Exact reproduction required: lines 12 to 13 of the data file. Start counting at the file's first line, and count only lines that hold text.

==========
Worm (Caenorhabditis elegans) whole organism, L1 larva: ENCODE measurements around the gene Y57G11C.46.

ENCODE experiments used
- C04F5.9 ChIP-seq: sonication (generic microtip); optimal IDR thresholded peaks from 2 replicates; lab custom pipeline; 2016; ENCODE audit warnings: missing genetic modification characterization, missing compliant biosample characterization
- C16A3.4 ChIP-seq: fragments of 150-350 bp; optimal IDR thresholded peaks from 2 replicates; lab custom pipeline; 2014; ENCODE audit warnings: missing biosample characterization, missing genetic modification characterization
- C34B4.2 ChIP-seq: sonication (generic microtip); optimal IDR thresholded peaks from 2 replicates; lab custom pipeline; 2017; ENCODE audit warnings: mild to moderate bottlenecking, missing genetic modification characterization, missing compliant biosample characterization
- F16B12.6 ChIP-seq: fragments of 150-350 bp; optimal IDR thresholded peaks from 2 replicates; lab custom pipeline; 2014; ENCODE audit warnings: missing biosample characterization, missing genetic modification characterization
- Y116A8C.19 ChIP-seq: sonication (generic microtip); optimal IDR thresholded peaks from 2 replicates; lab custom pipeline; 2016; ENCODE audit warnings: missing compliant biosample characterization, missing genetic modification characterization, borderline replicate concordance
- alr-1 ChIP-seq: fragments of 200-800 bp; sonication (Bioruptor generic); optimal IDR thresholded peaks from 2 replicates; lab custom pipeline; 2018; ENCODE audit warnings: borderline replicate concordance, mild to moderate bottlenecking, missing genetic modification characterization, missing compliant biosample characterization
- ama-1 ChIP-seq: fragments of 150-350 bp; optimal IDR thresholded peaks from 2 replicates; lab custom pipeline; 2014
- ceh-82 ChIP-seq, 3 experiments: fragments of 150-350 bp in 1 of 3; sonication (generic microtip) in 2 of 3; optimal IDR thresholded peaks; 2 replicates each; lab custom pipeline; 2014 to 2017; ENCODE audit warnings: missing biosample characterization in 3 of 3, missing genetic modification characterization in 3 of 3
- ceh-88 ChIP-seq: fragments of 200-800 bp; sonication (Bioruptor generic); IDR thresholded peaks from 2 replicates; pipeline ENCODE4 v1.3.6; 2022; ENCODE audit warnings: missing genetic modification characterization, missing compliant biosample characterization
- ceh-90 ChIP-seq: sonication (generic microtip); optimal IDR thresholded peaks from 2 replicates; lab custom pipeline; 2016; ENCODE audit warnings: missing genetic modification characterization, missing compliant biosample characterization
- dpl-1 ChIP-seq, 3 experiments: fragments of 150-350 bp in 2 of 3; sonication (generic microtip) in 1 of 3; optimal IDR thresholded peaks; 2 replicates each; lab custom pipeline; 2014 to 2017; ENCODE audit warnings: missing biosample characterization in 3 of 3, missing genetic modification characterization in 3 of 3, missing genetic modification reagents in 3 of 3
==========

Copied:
- ceh-90 ChIP-seq: sonication (generic microtip); optimal IDR thresholded peaks from 2 replicates; lab custom pipeline; 2016; ENCODE audit warnings: missing genetic modification characterization, missing compliant biosample characterization
- dpl-1 ChIP-seq, 3 experiments: fragments of 150-350 bp in 2 of 3; sonication (generic microtip) in 1 of 3; optimal IDR thresholded peaks; 2 replicates each; lab custom pipeline; 2014 to 2017; ENCODE audit warnings: missing biosample characterization in 3 of 3, missing genetic modification characterization in 3 of 3, missing genetic modification reagents in 3 of 3